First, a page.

An 11-piece disco bonanza, lunar synth pop and an alien funk godfather land in Melbourne in September.
George Clinton and Parliament Funkadelic
American music would simply not be the same without the influence of George Clinton. There would be no Dr Dre or Warren G. No YG or Kendrick, Flying Lotus or Thundercat. No Janelle Monae, Dawn Richard and Erykah Badu. Many of these artists have sampled his work or worked with their idol directly. Hell, he even produced Freaky Styley, The Red Hot Chilli Peppers second album.
Some people cite Pink Floyd’s the Wall tour beginning in 1980 as a high watermark in conceptual stage design. But I’ll be dammed if a bunch of cardboard boxes could ever be considered cooler than the “Landing of The Holy Mothership”.
This intergalactic party craft – also known as the P-Funk Mothership – descended on stages across the USA in 1976, bearing down on Earth via the forces of advanced disco-ball technology. Upon landing, George Clinton aka Dr Funkinstein would step out of its mirrored doors to funkify the masses. The ship is considered to be of such deep cultural importance it was purchased by the Smithsonian Institution in 2011.
But alongside party lunacy, Clinton and his bands Parliament and Funkadelic gave birth to Afrofuturism decades before the term was first coined. (In the parallel world of the Afrofuturist, the shackles of white oppression have failed to hold back a utopian African-American society from flourishing.)
Clinton was a wild character who wrote songs called “Maggot Brain”, “The Electric Spanking of War Babies” and “Promentalshitbackwashpsychosis Enema Squad (the Doodoo Chasers”). At 76, it’s hard to say whether the ravages of time have added to his mania in a good way, but like visiting a crazy relative, it’s no excuse to avoid paying your respects.
On “Crescent” – a single from the band’s debut album Overflow – singer Memphis LK and band mate Cesar Rodrigues use the phases of the moon to describe the complexity of a relationship: one minute completely exposed, the next reduced to a sliver – the thing you once new intimately, now obscured and out of reach.
Celestial forces seem to be at play elsewhere on the record. The bass shifts like sandbars under a heavy tide. The synths reflecting off the ocean, sparkle from the light of stars before disappearing as a cloud passes overhead.
This isn't to say the music is filled with darkness. It’s just more of a northern lights kind of uplift than Tahitian sunset. A lunar, rather than solar eclipse.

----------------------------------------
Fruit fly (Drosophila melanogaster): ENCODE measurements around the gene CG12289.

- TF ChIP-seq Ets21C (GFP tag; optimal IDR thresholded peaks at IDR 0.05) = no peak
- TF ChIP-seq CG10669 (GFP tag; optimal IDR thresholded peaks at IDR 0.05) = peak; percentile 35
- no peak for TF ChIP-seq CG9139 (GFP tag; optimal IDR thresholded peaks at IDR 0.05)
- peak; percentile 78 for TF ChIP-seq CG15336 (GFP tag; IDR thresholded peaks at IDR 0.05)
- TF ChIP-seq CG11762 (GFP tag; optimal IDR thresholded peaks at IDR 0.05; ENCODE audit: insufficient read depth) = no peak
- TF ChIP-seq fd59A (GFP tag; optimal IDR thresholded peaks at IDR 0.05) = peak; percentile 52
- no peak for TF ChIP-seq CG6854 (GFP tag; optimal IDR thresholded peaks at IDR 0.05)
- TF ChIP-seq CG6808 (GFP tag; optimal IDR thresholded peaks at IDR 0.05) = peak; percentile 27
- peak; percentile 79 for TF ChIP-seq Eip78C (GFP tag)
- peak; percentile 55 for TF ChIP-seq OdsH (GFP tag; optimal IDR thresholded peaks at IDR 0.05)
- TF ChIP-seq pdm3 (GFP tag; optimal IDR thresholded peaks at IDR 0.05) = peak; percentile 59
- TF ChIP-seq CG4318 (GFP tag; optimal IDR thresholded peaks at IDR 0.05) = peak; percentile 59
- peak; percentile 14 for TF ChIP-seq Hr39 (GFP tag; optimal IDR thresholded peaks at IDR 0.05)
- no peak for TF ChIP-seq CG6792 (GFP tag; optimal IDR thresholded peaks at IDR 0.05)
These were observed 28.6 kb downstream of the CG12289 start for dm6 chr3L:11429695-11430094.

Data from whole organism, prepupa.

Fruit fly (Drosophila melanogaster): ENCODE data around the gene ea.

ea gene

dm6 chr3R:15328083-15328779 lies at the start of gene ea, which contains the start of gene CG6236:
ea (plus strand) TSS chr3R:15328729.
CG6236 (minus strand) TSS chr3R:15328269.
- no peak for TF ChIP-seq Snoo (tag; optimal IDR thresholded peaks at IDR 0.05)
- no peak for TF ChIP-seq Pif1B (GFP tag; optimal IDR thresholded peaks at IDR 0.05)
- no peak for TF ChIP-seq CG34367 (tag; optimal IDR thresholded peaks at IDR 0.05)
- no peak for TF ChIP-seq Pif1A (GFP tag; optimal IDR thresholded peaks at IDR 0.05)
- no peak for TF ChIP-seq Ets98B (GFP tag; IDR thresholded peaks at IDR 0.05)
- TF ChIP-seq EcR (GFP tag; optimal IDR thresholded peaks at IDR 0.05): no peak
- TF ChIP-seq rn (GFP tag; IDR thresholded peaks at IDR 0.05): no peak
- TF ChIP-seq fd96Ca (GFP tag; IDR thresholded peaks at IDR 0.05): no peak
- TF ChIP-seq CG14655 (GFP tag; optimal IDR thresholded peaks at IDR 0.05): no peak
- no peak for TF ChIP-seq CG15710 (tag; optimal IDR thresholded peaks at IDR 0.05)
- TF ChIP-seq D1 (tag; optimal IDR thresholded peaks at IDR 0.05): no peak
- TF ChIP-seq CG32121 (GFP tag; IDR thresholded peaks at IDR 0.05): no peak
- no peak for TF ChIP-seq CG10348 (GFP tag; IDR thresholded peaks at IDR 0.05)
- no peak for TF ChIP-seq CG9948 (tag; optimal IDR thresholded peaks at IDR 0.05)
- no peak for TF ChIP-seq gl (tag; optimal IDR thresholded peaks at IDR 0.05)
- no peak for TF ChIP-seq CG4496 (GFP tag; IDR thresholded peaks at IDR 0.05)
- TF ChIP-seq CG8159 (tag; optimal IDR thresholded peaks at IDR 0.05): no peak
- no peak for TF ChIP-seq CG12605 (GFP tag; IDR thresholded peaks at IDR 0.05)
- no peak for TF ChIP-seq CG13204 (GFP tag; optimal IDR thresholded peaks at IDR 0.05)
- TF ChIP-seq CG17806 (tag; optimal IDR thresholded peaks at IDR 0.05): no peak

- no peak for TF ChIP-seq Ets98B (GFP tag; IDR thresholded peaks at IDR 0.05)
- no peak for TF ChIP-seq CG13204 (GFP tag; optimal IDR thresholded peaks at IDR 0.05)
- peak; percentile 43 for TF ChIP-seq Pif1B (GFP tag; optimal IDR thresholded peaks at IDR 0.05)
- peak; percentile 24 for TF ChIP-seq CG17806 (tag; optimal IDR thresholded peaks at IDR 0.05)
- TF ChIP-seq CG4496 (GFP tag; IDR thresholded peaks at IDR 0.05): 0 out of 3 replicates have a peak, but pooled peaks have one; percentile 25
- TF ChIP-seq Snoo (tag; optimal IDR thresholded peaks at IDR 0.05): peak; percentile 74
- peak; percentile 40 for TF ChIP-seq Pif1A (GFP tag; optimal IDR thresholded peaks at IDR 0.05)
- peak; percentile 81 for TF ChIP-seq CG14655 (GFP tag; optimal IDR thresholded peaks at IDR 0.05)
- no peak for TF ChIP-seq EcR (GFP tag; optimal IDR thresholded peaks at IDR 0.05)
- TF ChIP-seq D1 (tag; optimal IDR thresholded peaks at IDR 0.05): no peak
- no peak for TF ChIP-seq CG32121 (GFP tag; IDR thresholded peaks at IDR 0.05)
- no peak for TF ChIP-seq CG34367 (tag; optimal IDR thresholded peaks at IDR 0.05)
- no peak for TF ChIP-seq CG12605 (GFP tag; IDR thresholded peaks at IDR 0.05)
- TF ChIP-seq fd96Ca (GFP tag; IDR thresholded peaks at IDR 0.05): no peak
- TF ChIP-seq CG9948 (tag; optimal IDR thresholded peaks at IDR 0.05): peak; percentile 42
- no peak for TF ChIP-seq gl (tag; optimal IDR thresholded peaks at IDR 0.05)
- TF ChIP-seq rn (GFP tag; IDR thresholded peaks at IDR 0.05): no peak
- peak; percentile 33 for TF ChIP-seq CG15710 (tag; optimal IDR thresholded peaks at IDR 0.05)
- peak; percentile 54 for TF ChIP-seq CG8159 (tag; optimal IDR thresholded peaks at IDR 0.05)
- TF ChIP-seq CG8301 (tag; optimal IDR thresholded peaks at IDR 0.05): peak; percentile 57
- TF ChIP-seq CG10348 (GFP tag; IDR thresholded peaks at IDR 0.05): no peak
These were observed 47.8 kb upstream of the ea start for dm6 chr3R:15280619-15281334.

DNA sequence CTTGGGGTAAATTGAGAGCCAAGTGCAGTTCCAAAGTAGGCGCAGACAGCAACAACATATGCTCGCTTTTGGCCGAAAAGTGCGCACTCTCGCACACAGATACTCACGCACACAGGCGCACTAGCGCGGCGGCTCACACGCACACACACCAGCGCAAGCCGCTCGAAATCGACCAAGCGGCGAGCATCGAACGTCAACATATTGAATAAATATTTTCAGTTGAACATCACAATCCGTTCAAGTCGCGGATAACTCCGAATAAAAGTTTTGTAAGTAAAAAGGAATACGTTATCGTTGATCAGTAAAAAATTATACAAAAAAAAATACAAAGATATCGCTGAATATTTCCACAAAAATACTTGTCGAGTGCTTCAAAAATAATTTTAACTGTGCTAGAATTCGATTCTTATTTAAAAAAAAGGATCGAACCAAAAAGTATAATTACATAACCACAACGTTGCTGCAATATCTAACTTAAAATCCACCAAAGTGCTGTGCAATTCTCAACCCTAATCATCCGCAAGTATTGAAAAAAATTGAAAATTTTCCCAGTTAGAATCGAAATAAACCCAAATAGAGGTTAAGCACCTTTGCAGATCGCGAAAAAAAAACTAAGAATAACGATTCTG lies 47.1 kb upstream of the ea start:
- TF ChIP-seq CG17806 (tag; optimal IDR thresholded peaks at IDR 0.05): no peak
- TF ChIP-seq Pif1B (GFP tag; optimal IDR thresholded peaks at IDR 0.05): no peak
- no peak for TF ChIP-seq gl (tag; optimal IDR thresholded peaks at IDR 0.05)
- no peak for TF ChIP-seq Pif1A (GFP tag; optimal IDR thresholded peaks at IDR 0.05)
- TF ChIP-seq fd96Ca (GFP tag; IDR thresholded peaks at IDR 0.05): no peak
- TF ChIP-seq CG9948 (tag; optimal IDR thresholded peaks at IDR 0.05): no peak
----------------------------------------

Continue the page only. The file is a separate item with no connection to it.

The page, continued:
Their September show, which launches new album Overflow, will see the predominantly electronic act swell to five members using layered vocals, analogue synths, guitar, samples and drums. This is one Melbourne act to watch closely.
It’s taken far too long for the new Milk Teddy record to come out into the world. The five-piece Melbourne band’s last record Zingers came out in 2012. Debut album’s from Twerps and Dick Diver had come out the year before. This was the time before jangly guitar records had the irritating genre tag “dole wave” attached to them.
But despite the requisite loose and shrill guitar playing, Milk Teddy were considerably more psychedelic than their peers. The songs were coated in reverb, and vocals hung aloft – kind of like that feeling when you’ve had a few beers in sunny Edinburgh Gardens and the old noggin is feeling fuzzy.
The new album, Time Catches Up With Milk Teddy, has a clarity in its recording not found on Zingers. A crisp spring release seems well timed before the haze of summer sets in.
If cowbell-heavy renditions of “Ain’t No Mountain High Enough” sound more like your thing, Dance Party is for you. Eleven of Australia’s best young session musicians make up the band, which moves through non-stop disco hits, rare cuts and originals. Mash-ups of Cece Peniston’s “Finally” and De La Soul’s “Ring Ring Ring (Ha Ha Hey)” have been known to happen.
What more do you need for a good time than an 11-piece disco band playing all night long? There will be good-time DJs in between sets, but the real drawcard is the band.
It says a lot about how far the disco renaissance has come when a band can pack out a venue as big as the Night Cat every other month to bash out disco covers.
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